Took Out a HELOC Last Year? Suze Orman Has These Words of Warning

Many or all of the products here are from our partners that compensate us. It’s how we make money. But our editorial integrity ensures our experts’ opinions aren’t influenced by compensation. Terms may apply to offers listed on this page.


  • Many people borrow money by tapping their home equity.
  • While HELOCs have their benefits, yours could soon get more expensive. 

You may want to pay off the sum you owe sooner rather than later. 

There's a reason so many homeowners have borrowed money via a HELOC, or home equity line of credit, over the past year or so. Home values soared in 2021, making it easier for property owners to tap their home equity

But if you took out a HELOC last year, you may want to get moving on paying it off quickly. The longer you wait, the more expensive it could get.

How HELOCs work

A HELOC differs from a traditional loan in that you don't necessarily borrow the full sum you're eligible for at once. Rather, with a HELOC, you get access to a line of credit you can draw from as needed within a specified time frame -- usually five to 10 years. 

The upside of HELOCs is that they're very flexible. You might qualify for a $20,000 HELOC you take out for a home renovation project. But if the job only costs $15,000, you can leave your remaining $5,000 untouched. And that way, you won't have to pay interest on it. 

But there's a downside to taking out a HELOC, and it's that the interest rate on the sum you borrow will generally be variable. That means your rate could climb over time, making your payments on that HELOC more expensive.

That's a situation a lot of borrowers might face in the near term. And so if you're able to pay down some or all of your HELOC, now's a good time to do it. 

Get moving on that HELOC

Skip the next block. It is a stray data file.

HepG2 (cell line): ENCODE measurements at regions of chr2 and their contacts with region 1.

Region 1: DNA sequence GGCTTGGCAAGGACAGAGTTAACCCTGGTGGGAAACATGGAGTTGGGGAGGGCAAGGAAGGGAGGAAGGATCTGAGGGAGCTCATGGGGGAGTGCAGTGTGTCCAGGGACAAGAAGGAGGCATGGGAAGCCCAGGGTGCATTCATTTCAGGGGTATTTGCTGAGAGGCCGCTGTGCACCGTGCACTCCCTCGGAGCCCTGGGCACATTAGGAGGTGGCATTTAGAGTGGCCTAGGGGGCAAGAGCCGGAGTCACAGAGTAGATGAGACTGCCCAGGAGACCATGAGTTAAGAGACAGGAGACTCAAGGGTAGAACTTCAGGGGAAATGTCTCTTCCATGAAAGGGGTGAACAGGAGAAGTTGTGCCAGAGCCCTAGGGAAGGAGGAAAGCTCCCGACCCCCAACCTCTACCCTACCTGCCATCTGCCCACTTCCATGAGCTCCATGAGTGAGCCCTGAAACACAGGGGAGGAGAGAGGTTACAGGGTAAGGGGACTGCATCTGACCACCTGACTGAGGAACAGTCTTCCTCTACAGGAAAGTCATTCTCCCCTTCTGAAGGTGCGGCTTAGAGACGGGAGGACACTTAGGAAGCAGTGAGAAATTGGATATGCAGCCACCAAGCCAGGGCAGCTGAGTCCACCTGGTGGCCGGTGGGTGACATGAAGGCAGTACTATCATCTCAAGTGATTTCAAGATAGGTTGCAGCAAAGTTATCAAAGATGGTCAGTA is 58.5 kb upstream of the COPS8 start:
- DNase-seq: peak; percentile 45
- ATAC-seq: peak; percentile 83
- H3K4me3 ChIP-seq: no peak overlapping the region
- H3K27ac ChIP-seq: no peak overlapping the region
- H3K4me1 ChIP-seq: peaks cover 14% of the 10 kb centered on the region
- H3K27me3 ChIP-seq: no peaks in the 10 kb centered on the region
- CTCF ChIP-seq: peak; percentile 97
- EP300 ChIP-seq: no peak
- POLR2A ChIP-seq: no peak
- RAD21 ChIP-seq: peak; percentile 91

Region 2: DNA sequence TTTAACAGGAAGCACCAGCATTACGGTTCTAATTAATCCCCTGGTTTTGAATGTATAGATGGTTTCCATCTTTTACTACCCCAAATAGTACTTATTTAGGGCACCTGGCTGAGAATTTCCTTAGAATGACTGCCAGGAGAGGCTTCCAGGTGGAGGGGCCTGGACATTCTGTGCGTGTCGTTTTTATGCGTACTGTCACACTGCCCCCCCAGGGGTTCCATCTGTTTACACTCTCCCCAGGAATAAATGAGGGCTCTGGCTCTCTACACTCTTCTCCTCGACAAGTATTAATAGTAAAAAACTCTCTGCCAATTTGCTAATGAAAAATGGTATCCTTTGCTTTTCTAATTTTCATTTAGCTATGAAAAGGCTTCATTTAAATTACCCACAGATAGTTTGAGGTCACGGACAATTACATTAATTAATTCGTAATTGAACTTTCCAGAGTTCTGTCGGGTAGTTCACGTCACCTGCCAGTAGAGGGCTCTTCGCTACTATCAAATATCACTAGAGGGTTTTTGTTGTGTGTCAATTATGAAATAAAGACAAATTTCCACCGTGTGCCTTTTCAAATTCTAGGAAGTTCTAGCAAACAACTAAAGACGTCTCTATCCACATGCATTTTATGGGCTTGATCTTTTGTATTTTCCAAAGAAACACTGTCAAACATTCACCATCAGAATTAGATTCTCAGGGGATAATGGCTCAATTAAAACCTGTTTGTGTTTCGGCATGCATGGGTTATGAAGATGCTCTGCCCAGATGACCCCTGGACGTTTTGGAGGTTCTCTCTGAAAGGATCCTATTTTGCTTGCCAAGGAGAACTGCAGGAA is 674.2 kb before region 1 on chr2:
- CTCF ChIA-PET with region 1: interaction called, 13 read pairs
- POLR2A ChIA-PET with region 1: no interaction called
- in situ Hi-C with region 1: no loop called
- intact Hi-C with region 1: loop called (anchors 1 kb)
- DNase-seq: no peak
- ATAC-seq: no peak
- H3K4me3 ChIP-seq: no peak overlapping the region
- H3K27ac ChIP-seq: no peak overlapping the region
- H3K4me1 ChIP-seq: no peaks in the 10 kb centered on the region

Financial expert Suze Orman recently warned on her podcast that now's a bad time to owe money on a HELOC. Since HELOC interest rates reset frequently, and consumer borrowing rates are on the rise, your loan could get more expensive.

See, the Federal Reserve is in the process of raising interest rates in an effort to slow the pace of inflation and bring living costs down. The logic there is that if borrowing gets more expensive, consumers will start to cut back on spending, thereby narrowing the gap between supply and demand. 

But because interest rates are going up, existing HELOCs could become more expensive, and soon. And so Orman says it's wise to pay yours down as much as you can. That could mean having to cut back on some expenses to free up that cash. But it's worth doing because it could save you a lot of money. 

Be careful with credit card balances, too

It's not just HELOCs that come with variable interest rates. Many consumers owe money on their credit cards. If you're in that boat, work on chipping away at that debt, too, before your credit card interest rate rises and your balance becomes more expensive to pay off. 

In fact, you may even want to prioritize your credit card over your HELOC, since the former may be costing you a lot more in interest. But if you're only looking at debt from a HELOC, then try to make paying it off a priority in the coming months.

Alert: highest cash back card we've seen now has 0% intro APR until 2025

This credit card is not just good - it's so exceptional that our experts use it personally. This card features a 0% intro APR for 15 months, a cash back rate of up to 5%, and all somehow for no annual fee!

Click here to read our full review for free and apply in just 2 minutes. 

Read our free review

Our Research Expert

Related Articles

View All Articles Learn More Link Arrow